Let us hasten back to the Great Maus before things really get out of control. Even the Columbarium at Paris' Pere Lachaise cemetery, itself a disturbing contrast to the surrounding lively and varied tombs overground that positively throb like one big jabbering conversation, is downright homey compared to the tedious and disappointing galleries that extend past the Last Supper's public point. Like the Closed Stacks of an elitist library, those privileged enough to access their Loved Ones back in there can shed uneasy tears amidst the brain-dead aesthetics designed to impress. Oh, how one pines for a country churchyard under sweeping skies and fresh air!
But no, the Loved Ones here are supposed to conform, like good little shades crossing the River Styx in orderly fashion. Yet there is no mythos, no Poe-poetics, not even any cinematic qualities present. Why, given the opportunity, Tim Burton could really make something cool out of this depressing repository!
The bottom line resources for any sane overview of Forest Lawn and its kind remain Jessica Mitford's 'The American Way of Death' and, most rewardingly, via satire, like Evelyn Waugh's 'The Loved One', brought to the screen in perfect fashion by Tony Richardson, Terry Southern et al, and starring everyone from Jonathan Winters to Bob Morley to Ayleen Gibbons (as Mom Joyboy!) to Liberace (as Council Starker) to Ed Reimers. It is a masterpiece of a film, and it brings us back to earth with a refreshing and satisfying belly laugh.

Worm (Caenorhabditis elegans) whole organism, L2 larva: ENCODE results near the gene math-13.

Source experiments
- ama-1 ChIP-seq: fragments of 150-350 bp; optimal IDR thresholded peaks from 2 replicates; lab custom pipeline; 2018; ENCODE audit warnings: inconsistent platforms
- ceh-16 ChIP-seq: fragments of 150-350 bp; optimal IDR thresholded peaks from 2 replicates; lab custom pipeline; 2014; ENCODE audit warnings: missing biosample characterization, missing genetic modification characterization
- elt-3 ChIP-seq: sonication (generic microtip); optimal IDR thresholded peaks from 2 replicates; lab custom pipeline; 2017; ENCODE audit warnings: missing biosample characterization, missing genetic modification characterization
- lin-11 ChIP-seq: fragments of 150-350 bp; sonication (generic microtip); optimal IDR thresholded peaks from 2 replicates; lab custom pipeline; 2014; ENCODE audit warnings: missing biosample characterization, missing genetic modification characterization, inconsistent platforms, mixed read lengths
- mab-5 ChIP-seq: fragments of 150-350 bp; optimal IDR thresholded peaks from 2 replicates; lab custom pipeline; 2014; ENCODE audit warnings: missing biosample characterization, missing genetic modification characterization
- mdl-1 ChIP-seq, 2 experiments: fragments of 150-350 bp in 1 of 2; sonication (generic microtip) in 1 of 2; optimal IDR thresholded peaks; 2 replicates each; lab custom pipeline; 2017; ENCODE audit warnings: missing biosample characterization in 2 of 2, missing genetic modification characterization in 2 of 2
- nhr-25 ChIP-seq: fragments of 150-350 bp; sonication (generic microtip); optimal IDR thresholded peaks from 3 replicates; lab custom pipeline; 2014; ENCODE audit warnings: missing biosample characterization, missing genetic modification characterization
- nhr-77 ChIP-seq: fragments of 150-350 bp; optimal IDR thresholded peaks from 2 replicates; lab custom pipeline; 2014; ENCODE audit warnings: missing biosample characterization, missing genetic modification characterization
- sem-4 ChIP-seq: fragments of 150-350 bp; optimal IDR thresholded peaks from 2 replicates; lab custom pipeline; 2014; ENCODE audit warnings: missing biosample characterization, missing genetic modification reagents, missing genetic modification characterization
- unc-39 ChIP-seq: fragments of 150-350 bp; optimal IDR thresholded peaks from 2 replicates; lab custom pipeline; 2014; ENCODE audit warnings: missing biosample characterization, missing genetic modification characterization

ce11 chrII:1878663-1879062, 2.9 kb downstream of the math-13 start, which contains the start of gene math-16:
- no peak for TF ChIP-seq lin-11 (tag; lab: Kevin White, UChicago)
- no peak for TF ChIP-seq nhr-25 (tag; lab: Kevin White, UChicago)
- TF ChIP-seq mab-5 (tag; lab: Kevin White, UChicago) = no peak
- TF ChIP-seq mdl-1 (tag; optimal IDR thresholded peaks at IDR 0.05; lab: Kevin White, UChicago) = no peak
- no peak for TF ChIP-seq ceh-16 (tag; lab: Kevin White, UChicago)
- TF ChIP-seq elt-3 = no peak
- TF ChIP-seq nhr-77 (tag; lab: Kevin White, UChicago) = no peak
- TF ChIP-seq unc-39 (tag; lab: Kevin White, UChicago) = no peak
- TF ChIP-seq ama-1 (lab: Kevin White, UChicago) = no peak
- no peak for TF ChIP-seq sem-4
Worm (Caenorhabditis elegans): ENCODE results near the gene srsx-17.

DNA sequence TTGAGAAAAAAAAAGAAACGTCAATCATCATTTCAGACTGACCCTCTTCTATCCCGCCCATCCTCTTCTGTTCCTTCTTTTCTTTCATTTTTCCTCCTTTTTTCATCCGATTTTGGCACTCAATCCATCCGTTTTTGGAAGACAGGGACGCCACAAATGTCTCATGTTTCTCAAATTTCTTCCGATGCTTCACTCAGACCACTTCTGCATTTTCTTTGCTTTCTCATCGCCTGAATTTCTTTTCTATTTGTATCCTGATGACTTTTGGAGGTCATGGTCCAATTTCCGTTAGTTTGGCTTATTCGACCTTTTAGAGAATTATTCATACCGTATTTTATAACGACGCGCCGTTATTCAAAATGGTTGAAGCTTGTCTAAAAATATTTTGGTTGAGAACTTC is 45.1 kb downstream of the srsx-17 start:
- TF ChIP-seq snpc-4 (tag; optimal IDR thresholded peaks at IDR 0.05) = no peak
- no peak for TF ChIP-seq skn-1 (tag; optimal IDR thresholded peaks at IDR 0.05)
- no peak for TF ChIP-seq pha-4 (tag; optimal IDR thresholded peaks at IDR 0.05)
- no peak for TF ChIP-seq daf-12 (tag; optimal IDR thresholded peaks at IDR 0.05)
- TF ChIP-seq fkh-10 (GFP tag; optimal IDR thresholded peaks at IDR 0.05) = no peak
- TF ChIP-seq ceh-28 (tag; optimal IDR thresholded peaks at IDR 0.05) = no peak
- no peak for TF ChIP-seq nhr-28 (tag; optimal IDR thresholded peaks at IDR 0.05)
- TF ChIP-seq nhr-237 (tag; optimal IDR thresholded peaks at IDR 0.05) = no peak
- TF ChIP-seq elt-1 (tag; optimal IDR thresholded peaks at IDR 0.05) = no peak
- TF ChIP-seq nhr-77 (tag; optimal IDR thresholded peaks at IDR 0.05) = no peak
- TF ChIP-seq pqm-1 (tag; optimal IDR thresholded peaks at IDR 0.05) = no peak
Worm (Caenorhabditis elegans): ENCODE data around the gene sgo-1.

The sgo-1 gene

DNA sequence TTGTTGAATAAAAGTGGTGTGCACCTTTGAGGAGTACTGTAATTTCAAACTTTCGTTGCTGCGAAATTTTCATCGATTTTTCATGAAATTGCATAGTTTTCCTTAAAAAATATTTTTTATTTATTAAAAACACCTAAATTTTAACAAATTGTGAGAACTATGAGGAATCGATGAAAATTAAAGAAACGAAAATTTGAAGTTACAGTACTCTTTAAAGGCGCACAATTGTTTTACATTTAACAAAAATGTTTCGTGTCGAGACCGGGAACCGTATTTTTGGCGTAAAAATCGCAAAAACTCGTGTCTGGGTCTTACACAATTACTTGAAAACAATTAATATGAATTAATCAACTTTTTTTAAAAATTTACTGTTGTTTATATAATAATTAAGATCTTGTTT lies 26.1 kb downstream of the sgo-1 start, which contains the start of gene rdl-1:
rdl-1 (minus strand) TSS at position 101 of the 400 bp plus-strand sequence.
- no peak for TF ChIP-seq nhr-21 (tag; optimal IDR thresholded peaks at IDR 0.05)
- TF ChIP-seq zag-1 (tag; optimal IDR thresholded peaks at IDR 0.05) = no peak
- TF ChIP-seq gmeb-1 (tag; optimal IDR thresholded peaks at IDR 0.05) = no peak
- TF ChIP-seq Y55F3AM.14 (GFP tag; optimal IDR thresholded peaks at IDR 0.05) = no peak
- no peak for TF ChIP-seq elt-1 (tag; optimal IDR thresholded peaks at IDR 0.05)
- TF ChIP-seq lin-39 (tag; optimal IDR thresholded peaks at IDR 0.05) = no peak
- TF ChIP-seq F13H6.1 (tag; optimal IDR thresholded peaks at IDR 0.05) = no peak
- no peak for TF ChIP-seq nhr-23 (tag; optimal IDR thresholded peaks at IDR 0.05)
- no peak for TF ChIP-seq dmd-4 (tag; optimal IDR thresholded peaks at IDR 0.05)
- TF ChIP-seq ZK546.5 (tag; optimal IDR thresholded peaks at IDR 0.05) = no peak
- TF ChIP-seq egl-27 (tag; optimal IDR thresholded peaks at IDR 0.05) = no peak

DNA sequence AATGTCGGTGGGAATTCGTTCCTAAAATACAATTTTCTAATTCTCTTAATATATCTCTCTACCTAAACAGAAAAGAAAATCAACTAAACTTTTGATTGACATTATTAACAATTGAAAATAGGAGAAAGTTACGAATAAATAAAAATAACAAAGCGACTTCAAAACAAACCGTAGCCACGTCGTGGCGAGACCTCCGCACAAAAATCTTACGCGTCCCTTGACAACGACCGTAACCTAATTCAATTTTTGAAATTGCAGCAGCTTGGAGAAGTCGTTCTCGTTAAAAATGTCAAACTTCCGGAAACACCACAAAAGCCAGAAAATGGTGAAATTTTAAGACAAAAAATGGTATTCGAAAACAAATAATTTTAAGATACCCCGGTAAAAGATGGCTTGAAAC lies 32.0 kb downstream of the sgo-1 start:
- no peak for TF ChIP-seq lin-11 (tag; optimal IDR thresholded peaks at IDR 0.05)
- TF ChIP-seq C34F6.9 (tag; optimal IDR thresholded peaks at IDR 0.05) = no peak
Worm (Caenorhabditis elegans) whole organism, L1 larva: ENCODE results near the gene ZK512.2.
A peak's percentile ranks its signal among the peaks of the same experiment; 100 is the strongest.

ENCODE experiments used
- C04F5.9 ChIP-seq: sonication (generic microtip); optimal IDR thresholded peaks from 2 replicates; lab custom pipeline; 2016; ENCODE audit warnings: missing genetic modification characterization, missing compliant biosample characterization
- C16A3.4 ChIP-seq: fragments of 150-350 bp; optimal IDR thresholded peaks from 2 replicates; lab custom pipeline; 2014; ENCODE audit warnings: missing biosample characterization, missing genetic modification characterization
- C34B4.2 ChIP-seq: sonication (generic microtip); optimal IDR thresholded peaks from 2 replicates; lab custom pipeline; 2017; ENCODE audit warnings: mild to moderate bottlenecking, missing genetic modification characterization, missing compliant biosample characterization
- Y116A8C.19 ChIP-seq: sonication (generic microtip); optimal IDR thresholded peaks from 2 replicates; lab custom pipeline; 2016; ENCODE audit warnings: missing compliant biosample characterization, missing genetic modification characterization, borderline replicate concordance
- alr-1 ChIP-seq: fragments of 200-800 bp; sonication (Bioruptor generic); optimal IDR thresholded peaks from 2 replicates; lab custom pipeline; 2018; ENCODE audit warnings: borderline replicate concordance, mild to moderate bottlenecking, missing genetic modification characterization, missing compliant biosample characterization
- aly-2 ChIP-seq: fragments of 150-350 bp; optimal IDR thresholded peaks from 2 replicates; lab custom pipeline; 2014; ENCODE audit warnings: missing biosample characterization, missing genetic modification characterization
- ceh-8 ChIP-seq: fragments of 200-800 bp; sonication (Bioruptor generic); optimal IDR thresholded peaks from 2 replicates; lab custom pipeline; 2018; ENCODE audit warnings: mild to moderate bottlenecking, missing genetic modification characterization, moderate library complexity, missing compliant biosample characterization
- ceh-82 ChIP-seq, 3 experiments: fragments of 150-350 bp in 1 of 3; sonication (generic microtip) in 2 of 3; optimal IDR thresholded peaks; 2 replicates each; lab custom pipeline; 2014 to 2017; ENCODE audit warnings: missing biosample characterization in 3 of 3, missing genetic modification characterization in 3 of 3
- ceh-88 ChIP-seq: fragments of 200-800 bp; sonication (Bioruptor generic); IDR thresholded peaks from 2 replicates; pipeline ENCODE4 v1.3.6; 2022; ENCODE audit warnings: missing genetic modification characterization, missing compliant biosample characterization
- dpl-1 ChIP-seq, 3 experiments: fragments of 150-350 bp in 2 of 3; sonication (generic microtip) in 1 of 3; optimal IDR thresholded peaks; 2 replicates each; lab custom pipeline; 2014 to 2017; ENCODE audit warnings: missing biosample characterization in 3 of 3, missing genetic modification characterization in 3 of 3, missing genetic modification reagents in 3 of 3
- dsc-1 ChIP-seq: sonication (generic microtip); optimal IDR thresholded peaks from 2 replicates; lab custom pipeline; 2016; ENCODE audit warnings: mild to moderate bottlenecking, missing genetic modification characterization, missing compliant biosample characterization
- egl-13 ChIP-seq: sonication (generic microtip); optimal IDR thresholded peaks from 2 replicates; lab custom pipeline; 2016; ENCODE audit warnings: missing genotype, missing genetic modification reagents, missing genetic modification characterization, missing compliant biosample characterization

But right now, this is about Michael Jackson, you know. Yesterday he entered unto this exalted but disquieting environ, shut away from the palm and pine in the mellow smog-tinted LA sun...
Yet! A cinematic - if not apocalyptic - backdrop to the King of Pop's wrapup: the tragic and malevolent doomcloud of the Station fire, which has been raging in the further hills these many days! A sign - of farewell and disapproval for the King's untimely and now homicidal departure?
Not to compare this procedure with the recent and very great loss of Ted Kennedy, but how appropriate, inspiring, and classy was the farewell to the great man of the Senate, from Hyannisport to the JFK Library, to stately Arlington. The American way of death can still be noble and well done.
But I did compare the two, didn't I? Well, Arlington is East Coast and Forest Lawn is West Coast. No further explanation is necessary. Condolences to all. Requiescat in pace.
I can only wish anyone who interacts with Forest Lawn well, for if they are comforted by such an environment, and they think it's right for their Loved Ones, so be it. Because, when you get down to it, Forest Lawn themselves make no bones about what's up with their scene. Their motto (at least when I visited) ran: FOREST LAWN SERVES THE LIVING. Fair enough. After all, the Dead have gone on before us. What care they for the earthquake-proof halls and The Builder's Creed? Michael can lie in private, with the rest of them, and shall tread in Neverland nevermore. I never knew the guy, but I hope it all turns out okay...
(Hollywood Gothic can really hook one, can it not?)
I can only end by paraphrasing Mark Twain's wonderful maxim concerning dogs: 'If there are no dogs in heaven, I'm not going.' (My puppy loves that one, too!)
Thus, if paradise be Forest Lawn Glendale, I'M NOT GOING.